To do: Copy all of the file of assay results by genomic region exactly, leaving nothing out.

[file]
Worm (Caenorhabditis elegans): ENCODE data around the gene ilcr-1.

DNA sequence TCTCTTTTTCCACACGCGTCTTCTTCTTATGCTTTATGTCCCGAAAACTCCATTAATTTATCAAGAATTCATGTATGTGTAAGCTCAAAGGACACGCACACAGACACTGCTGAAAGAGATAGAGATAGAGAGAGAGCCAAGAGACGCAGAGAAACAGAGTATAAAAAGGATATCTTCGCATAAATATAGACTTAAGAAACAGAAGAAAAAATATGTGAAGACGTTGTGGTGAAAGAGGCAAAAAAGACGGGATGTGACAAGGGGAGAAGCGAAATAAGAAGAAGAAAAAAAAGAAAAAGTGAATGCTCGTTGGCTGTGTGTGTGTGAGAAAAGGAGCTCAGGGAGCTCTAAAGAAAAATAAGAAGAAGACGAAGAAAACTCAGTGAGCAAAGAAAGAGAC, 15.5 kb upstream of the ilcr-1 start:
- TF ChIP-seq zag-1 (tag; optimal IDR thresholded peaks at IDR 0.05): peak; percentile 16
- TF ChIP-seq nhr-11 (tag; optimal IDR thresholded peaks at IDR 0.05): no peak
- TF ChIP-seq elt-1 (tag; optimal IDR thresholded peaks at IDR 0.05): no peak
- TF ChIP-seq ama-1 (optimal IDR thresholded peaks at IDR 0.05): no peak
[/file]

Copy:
Worm (Caenorhabditis elegans): ENCODE data around the gene ilcr-1.

DNA sequence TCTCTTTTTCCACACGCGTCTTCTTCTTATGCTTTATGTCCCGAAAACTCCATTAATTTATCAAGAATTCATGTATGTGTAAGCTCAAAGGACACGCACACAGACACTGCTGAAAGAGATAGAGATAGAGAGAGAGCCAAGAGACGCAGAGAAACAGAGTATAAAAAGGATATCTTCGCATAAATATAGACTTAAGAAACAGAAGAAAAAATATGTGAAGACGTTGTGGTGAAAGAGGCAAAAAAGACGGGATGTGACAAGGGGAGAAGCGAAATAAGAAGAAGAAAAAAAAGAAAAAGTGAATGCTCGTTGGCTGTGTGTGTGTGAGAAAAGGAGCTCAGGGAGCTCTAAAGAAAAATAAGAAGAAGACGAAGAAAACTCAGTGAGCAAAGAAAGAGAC, 15.5 kb upstream of the ilcr-1 start:
- TF ChIP-seq zag-1 (tag; optimal IDR thresholded peaks at IDR 0.05): peak; percentile 16
- TF ChIP-seq nhr-11 (tag; optimal IDR thresholded peaks at IDR 0.05): no peak
- TF ChIP-seq elt-1 (tag; optimal IDR thresholded peaks at IDR 0.05): no peak
- TF ChIP-seq ama-1 (optimal IDR thresholded peaks at IDR 0.05): no peak